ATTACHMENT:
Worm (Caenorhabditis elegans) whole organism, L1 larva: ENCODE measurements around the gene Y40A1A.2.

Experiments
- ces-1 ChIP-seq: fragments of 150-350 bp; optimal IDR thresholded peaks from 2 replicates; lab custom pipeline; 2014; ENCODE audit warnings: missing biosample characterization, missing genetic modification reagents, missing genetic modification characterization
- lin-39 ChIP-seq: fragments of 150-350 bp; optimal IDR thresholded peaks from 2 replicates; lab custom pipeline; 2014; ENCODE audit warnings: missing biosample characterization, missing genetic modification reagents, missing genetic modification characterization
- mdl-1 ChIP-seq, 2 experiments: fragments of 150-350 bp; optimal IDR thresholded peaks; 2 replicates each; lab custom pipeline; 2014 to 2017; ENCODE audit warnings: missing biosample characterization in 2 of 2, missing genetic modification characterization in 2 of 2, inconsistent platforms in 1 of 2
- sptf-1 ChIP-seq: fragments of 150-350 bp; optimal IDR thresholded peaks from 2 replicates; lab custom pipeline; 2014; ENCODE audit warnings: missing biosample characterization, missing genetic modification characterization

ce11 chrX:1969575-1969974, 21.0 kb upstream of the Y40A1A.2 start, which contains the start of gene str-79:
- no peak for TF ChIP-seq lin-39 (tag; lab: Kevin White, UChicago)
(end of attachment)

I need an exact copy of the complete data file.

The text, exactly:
Worm (Caenorhabditis elegans) whole organism, L1 larva: ENCODE measurements around the gene Y40A1A.2.

Experiments
- ces-1 ChIP-seq: fragments of 150-350 bp; optimal IDR thresholded peaks from 2 replicates; lab custom pipeline; 2014; ENCODE audit warnings: missing biosample characterization, missing genetic modification reagents, missing genetic modification characterization
- lin-39 ChIP-seq: fragments of 150-350 bp; optimal IDR thresholded peaks from 2 replicates; lab custom pipeline; 2014; ENCODE audit warnings: missing biosample characterization, missing genetic modification reagents, missing genetic modification characterization
- mdl-1 ChIP-seq, 2 experiments: fragments of 150-350 bp; optimal IDR thresholded peaks; 2 replicates each; lab custom pipeline; 2014 to 2017; ENCODE audit warnings: missing biosample characterization in 2 of 2, missing genetic modification characterization in 2 of 2, inconsistent platforms in 1 of 2
- sptf-1 ChIP-seq: fragments of 150-350 bp; optimal IDR thresholded peaks from 2 replicates; lab custom pipeline; 2014; ENCODE audit warnings: missing biosample characterization, missing genetic modification characterization

ce11 chrX:1969575-1969974, 21.0 kb upstream of the Y40A1A.2 start, which contains the start of gene str-79:
- no peak for TF ChIP-seq lin-39 (tag; lab: Kevin White, UChicago)